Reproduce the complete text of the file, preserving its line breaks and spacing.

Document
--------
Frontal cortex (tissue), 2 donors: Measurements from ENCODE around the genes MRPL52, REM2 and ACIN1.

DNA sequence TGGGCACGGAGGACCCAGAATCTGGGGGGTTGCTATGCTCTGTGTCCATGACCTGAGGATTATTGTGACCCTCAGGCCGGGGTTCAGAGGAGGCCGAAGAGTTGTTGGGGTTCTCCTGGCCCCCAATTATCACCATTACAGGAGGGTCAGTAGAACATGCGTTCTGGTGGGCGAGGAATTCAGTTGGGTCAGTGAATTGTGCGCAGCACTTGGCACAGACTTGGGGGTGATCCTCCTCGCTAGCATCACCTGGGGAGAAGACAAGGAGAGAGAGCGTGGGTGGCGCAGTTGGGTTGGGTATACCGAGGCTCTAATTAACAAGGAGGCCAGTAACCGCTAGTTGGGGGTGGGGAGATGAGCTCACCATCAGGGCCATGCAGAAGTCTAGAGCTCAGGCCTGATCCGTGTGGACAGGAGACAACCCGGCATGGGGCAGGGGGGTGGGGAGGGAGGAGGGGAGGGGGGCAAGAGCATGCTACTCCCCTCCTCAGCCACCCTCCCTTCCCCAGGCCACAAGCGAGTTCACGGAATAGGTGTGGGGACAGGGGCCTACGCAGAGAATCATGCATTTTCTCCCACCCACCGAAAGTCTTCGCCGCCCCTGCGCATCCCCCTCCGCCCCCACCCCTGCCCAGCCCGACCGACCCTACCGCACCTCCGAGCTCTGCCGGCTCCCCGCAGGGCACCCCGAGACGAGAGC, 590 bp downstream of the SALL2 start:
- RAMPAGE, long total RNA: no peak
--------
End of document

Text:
Frontal cortex (tissue), 2 donors: Measurements from ENCODE around the genes MRPL52, REM2 and ACIN1.

DNA sequence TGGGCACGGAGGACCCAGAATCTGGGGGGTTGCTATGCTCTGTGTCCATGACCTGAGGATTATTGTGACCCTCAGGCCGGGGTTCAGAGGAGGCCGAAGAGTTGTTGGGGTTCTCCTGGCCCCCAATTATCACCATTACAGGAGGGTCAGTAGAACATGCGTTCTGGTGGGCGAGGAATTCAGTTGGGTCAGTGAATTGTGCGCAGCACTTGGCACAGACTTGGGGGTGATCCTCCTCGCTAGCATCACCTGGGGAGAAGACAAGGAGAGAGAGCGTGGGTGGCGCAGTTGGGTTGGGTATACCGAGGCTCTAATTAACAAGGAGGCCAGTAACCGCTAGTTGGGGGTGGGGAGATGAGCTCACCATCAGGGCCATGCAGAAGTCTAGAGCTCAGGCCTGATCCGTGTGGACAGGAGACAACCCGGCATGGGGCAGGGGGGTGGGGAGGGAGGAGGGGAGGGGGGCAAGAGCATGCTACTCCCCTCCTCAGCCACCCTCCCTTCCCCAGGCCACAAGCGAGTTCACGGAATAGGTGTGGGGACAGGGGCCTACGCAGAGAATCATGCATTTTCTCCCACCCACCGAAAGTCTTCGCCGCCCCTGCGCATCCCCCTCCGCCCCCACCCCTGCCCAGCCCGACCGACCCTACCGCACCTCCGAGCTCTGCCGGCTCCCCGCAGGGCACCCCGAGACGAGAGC, 590 bp downstream of the SALL2 start:
- RAMPAGE, long total RNA: no peak